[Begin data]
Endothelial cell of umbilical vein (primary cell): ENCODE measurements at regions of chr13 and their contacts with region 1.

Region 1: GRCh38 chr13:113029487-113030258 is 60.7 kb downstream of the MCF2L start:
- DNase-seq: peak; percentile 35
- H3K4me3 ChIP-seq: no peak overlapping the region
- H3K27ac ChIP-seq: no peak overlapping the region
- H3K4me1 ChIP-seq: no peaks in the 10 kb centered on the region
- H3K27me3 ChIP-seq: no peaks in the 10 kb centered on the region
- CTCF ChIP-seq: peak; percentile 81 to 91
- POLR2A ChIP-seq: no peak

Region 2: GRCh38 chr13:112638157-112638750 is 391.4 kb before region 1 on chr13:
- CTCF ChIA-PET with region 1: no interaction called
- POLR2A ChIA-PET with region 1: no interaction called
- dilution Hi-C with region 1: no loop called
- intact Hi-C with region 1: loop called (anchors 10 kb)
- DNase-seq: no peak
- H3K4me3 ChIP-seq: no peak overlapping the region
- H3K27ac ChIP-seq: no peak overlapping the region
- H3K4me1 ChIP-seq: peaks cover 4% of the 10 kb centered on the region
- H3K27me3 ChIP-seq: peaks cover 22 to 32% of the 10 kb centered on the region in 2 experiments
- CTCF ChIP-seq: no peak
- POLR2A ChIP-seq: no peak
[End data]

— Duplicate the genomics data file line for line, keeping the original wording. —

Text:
Endothelial cell of umbilical vein (primary cell): ENCODE measurements at regions of chr13 and their contacts with region 1.

Region 1: GRCh38 chr13:113029487-113030258 is 60.7 kb downstream of the MCF2L start:
- DNase-seq: peak; percentile 35
- H3K4me3 ChIP-seq: no peak overlapping the region
- H3K27ac ChIP-seq: no peak overlapping the region
- H3K4me1 ChIP-seq: no peaks in the 10 kb centered on the region
- H3K27me3 ChIP-seq: no peaks in the 10 kb centered on the region
- CTCF ChIP-seq: peak; percentile 81 to 91
- POLR2A ChIP-seq: no peak

Region 2: GRCh38 chr13:112638157-112638750 is 391.4 kb before region 1 on chr13:
- CTCF ChIA-PET with region 1: no interaction called
- POLR2A ChIA-PET with region 1: no interaction called
- dilution Hi-C with region 1: no loop called
- intact Hi-C with region 1: loop called (anchors 10 kb)
- DNase-seq: no peak
- H3K4me3 ChIP-seq: no peak overlapping the region
- H3K27ac ChIP-seq: no peak overlapping the region
- H3K4me1 ChIP-seq: peaks cover 4% of the 10 kb centered on the region
- H3K27me3 ChIP-seq: peaks cover 22 to 32% of the 10 kb centered on the region in 2 experiments
- CTCF ChIP-seq: no peak
- POLR2A ChIP-seq: no peak